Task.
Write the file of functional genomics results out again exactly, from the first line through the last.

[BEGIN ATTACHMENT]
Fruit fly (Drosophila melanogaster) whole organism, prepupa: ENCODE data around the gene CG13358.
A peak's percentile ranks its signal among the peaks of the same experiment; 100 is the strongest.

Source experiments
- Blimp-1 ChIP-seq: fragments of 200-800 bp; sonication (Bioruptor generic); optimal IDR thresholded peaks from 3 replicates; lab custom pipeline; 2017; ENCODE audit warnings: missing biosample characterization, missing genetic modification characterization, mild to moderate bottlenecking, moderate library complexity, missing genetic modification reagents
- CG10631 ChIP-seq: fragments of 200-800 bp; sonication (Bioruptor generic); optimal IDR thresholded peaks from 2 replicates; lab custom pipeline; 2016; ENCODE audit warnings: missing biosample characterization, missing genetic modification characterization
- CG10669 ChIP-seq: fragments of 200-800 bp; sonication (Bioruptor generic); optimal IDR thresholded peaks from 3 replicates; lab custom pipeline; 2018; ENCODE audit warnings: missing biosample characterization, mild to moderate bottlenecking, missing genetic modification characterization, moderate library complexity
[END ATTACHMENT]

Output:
Fruit fly (Drosophila melanogaster) whole organism, prepupa: ENCODE data around the gene CG13358.
A peak's percentile ranks its signal among the peaks of the same experiment; 100 is the strongest.

Source experiments
- Blimp-1 ChIP-seq: fragments of 200-800 bp; sonication (Bioruptor generic); optimal IDR thresholded peaks from 3 replicates; lab custom pipeline; 2017; ENCODE audit warnings: missing biosample characterization, missing genetic modification characterization, mild to moderate bottlenecking, moderate library complexity, missing genetic modification reagents
- CG10631 ChIP-seq: fragments of 200-800 bp; sonication (Bioruptor generic); optimal IDR thresholded peaks from 2 replicates; lab custom pipeline; 2016; ENCODE audit warnings: missing biosample characterization, missing genetic modification characterization
- CG10669 ChIP-seq: fragments of 200-800 bp; sonication (Bioruptor generic); optimal IDR thresholded peaks from 3 replicates; lab custom pipeline; 2018; ENCODE audit warnings: missing biosample characterization, mild to moderate bottlenecking, missing genetic modification characterization, moderate library complexity